Now that the Pittsburgh Pirates have reached a contract agreement with Jung-ho Kang we can let our imaginations run wild dreaming of the various infield combinations the Pirates could employ in the near future. Even prior to the Kang signing the Pirates had Neil Walker, Pedro Alvarez, Josh Harrison, and Jordy Mercer – four accomplished major league players to man the infield. At this point it is too soon to say what kind of major league player Jung-ho Kang will be, or even if he is capable of being a passable major league hitter at all. But it is safe to say that the Pirates are going to give him every chance to prove he can play at this level. The $16 million dollar commitment the Pirates made to bring the 28 year old Korean SS to Pittsburgh ensures that. The Pirates are not locked into any specific position with Kang. Every position in the infield is a possibility. That leaves a plethora of infield configurations the Pirates might consider. Let’s take a look some of the possibilities.
 

    1) 1B Pedro Alvarez, 2B Neil Walker, 3B Josh Harrison, SS Jordy Mercer, Bench Sub Jung-ho Kang: This is the most likely configuration to open the season. It would be a huge risk to upset what already looks to be a strong infield by allowing the unproven Kang to immediately force out one of the regular infielders. Using Kang in a bench role will give the Pirates time to evaluate his acclimation to American baseball as well as provide an opportunity to trial him at several positions.
     
    2) 1B Pedro Alvarez, 2B Neil Walker, 3B Josh Harrison, SS Jung-ho Kang, Bench Sub Jordy Mercer: Kang was a SS in the KBO. If he proves he can play the position in the MLB and can outhit Mercer we could see this alignment before too long.
     
    3) 1B Pedro Alvarez, 2B Jung-ho Kang, 3B Josh Harrison, SS Jordy Mercer, trade bait Neil Walker: If Kang can hit enough to warrant every day ABs Neil Walker could find himself on the trading block. Walker only has two seasons left before he is a free agent and his defensive abilities are declining. It might make sense to move him at midseason and institute this infield configuration.
     
    4) 1B Pedro Alvarez, 2B Josh Harrison, 3B Jung-ho Kang, SS Jordy Mercer, trade bait Neil Walker: Same as above only with Harrison moving to 2B and Kang playing 3B.
     
    5) 1B Neil Walker, 2B Jung-ho Kang, 3B Josh Harrison, SS Jordy Mercer, trade bait Pedro Alvarez: If Pedro gets off to another disappointing start to the season it could make sense to trade him and transition Walker to 1B.
     
    6) 1B Neil Walker, 2B Josh Harrison, 3B Jung-ho Kang, SS Jordy Mercer, trade bait Pedro Alvarez: Same as above only with Harrison moving to 2B and Kang playing 3B.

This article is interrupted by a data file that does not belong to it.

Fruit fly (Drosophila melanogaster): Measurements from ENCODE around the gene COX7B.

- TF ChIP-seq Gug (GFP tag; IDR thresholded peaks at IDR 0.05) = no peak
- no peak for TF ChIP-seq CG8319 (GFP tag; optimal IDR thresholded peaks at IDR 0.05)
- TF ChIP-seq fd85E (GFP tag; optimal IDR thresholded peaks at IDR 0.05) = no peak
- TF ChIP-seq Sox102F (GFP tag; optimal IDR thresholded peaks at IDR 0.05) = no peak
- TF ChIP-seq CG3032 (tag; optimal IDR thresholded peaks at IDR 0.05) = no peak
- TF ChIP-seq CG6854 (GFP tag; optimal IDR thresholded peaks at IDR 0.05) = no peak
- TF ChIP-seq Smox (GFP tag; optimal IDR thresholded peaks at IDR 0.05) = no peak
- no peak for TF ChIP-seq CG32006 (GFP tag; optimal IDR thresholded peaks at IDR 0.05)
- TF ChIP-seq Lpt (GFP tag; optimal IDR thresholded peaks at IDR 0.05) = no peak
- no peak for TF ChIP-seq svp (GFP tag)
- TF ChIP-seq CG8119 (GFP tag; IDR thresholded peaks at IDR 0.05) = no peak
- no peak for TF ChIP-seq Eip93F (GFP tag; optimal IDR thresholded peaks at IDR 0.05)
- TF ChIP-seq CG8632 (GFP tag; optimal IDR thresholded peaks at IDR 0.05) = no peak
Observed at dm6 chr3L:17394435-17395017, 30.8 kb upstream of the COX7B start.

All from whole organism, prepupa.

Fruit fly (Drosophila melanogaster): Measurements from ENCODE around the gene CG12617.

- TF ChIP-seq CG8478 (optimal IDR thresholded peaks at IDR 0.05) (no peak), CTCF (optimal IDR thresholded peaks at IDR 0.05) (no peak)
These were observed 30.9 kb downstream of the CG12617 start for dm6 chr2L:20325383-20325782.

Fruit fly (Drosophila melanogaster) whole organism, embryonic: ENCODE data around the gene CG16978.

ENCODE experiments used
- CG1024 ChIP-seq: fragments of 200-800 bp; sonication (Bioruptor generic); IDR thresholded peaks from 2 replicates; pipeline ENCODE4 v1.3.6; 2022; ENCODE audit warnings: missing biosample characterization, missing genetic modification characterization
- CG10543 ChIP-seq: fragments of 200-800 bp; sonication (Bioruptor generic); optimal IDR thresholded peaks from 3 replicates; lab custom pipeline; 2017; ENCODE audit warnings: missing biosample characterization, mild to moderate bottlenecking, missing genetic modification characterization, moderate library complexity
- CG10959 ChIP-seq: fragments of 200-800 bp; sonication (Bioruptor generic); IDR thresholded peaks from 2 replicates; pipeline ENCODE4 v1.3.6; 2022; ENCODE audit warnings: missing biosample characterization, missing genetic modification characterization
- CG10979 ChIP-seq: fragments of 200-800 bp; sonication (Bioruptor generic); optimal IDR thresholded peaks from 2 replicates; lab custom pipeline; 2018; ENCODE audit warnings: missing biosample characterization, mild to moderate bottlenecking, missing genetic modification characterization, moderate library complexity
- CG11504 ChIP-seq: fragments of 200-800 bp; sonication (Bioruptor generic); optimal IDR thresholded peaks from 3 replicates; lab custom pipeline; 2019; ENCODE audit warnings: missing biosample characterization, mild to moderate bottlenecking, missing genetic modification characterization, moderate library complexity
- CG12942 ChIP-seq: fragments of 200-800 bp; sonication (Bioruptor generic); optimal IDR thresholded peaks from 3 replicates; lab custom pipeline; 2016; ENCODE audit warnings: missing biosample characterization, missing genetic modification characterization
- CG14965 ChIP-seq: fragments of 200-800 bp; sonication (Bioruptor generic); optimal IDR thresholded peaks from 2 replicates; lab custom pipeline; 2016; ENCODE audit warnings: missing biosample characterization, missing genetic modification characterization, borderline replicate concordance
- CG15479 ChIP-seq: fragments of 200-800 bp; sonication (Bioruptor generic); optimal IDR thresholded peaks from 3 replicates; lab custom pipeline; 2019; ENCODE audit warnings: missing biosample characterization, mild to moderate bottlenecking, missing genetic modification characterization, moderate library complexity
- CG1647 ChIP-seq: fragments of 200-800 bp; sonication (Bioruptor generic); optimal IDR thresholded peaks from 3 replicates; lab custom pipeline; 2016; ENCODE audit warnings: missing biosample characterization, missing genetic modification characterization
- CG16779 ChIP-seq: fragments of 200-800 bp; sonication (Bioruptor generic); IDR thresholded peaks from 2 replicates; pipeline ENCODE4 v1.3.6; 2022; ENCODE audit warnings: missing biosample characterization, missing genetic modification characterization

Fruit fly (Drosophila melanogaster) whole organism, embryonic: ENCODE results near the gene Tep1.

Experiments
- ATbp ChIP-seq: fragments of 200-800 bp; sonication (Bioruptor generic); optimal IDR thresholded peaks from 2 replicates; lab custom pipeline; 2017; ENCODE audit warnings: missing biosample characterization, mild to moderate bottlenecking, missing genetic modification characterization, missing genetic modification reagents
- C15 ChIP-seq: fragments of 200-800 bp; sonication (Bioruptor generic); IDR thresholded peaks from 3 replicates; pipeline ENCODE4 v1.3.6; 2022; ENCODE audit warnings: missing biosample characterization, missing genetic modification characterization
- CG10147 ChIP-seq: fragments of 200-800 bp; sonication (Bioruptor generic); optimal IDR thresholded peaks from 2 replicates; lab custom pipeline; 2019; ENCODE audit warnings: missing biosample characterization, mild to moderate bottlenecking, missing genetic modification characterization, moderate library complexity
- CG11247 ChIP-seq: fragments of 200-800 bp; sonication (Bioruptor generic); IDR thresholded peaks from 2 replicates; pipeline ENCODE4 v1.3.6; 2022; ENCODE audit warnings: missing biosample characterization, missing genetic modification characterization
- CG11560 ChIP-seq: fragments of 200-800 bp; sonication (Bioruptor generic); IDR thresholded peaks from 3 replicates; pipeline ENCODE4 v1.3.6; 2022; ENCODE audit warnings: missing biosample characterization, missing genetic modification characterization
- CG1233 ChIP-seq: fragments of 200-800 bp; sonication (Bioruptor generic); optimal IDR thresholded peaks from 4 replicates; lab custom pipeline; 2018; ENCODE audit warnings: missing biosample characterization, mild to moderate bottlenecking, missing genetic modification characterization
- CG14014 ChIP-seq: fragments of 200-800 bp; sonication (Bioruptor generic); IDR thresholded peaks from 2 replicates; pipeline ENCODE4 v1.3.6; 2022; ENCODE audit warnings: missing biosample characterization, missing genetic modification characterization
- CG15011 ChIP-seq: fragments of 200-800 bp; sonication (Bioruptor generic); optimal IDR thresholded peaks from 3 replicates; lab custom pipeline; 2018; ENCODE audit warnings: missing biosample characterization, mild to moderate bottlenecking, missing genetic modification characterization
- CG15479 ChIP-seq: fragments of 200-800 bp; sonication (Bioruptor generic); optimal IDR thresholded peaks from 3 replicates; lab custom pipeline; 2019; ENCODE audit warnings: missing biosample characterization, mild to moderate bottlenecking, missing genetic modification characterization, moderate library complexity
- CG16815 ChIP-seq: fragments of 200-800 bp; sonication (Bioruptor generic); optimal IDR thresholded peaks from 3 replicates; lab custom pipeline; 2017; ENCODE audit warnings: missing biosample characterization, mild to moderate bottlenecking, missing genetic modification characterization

7) 1B Pedro Alvarez, 2B Neil Walker, 3B Jung-ho Kang, SS Jordy Mercer, Bench Sub Josh Harrison: Is Josh Harrison really an all-star 3B? Maybe the clock strikes midnight for Cinderella and JHay turns back into the bench player he was destined to be before having an unlikely career year in 2014. In that case Kang would replace Harrison at 3B and Harrison would then once again become a versatile player off the bench.
     

 

Pirates Bench is Well Constructed

The Pirates every day lineup, the starting rotation, and the bullpen will look much the same in 2015 as it did last season. Although Catcher Russell Martin was lost to free agent, as was starting pitcher Edinson Volquez, the rest of the team returns mostly intact. GM Neal Huntington filled the holes by trading RP Justin Wilson to the Yankees for C Francisco Cervelli. A.J. Burnett was signed as a free agent to replace Volquez in the rotation. Huntington then acquired lefty reliever Antonio Bastardo from the Phillies to fill the void in the bullpen left when Wilson was dealt. The front office could have also chosen to keep the status quo with the bench. Gaby Sanchez was due a small raise in arbitration. It would have taken very little to re-sign middle infielder Clint Barmes. Instead the the Pirates allowed Sanchez and Barmes to sign elsewhere and the bench was almost entirely revamped. That says a lot about what the team felt about the construction of the bench last season.
 
Part of the reason Neal Huntington needed to give the bench a facelift was because Josh Harrison went from utility bench player to super sub to everyday third basemen in the span of about 8 weeks last summer. With Harrison pressed into everyday duty manager Clint Hurdle was left with very little flexibility to make substitutions from his bench options. To address the issue the Pirates acquired Sean Rodriguez from the Rays. In his career Rodriguez has logged time defensively at every position except catcher.
 
Another problem that plagued the Pirates’ bench was a lack of a power hitting right handed bat. Gaby Sanchez has been the primary right handed bench option for the last two seasons. His slugging percentage since joining the Pirates is less than .400. Last season his OPS was a paltry .679. If Sanchez provided any positional versatility he would probably still be a Pirate. But Sanchez is a pure first basemen with little power. The Pirates felt they could do better. Sanchez was non-tendered and Corey Hart was signed to fill the role of platoon 1B/primary right handed bench bat. Hart has hit 160 career home runs, but he comes with many health concerns. Knee injures have limited him to just 68 games over the last two seasons. Maybe Hart doesn’t have anything left in the tank. But he is an intriguing bounce back candidate with a better power tool than what Gaby Sanchez possessed.
 
The other big change to the bench was to say goodbye to Clint Barmes. Barmes was a very good defensive shortstop. As a hitter he offered very little. Barmes was a necessity while Jordy Mercer was an unproven shortstop still cutting his teeth in the major leagues. Mercer is now a known entity. He can play shortstop in the major leagues at a competent level. There is no need to maintain Barmes on the roster as a crutch. Good defensive middle infielders that do not hit much but are capable as backups are a dime a dozen. There is no reason to spend above the league minimum for one. The Pirates will choose between Pedro Florimon and Justin Sellers to fill that role.
 
The returning bench players are 4th OF Travis Snider, backup catcher Chris Stewart, and OF/1B Andrew Lambo. Lambo will probably start the year in AAA as depth. Snider rebounded last season and proved to be a useful fill in at the corner OF positions. He was also an excellent pinch hitter last season. Snider will be the go to left handed bat off the bench. Stewart is an above average defensive catcher. He doesn’t offer a whole lot with the bat, but he has a great eye and rarely strikes out. A team could do a lot worse than Chris Stewart as the backup backstop. All in all this bench is deeper and more well rounded than the Pirates have had in years. And it potentially could be even better if the Pirates are able to sign Korean infielder Jung-Ho Kang.